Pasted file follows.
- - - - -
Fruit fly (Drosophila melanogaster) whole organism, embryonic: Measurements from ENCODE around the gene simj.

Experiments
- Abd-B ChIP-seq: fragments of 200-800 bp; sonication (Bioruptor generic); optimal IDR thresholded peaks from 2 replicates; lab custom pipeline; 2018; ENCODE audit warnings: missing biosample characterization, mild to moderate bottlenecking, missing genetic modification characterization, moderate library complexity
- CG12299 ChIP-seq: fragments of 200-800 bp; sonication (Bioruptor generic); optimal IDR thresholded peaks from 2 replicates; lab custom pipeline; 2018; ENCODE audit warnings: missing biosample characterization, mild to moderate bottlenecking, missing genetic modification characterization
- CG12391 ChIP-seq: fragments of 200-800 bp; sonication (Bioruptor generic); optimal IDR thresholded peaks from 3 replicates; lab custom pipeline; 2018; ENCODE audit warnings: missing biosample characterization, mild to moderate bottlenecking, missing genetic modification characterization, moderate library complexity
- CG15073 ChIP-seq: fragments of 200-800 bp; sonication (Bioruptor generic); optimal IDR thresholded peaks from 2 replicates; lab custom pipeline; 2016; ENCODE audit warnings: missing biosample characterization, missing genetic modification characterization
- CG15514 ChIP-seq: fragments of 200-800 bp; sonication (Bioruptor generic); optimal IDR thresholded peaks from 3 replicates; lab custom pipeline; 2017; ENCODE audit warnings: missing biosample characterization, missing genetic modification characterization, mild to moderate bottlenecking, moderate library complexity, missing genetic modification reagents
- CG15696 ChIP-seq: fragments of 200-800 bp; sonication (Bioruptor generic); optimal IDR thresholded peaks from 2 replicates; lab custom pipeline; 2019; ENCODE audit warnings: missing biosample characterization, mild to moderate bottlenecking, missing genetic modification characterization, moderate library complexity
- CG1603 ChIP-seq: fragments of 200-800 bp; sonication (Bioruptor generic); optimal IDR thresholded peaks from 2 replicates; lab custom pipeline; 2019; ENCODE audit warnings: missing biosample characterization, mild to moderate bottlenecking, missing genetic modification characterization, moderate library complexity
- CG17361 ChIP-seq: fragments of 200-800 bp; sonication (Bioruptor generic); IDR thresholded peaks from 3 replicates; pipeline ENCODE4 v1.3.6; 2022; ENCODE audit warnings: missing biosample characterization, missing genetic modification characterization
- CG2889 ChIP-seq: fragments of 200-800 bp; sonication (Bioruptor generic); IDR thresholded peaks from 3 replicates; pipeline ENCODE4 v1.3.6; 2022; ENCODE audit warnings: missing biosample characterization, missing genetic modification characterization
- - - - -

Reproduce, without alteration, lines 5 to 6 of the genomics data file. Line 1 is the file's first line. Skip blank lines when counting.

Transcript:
- CG12391 ChIP-seq: fragments of 200-800 bp; sonication (Bioruptor generic); optimal IDR thresholded peaks from 3 replicates; lab custom pipeline; 2018; ENCODE audit warnings: missing biosample characterization, mild to moderate bottlenecking, missing genetic modification characterization, moderate library complexity
- CG15073 ChIP-seq: fragments of 200-800 bp; sonication (Bioruptor generic); optimal IDR thresholded peaks from 2 replicates; lab custom pipeline; 2016; ENCODE audit warnings: missing biosample characterization, missing genetic modification characterization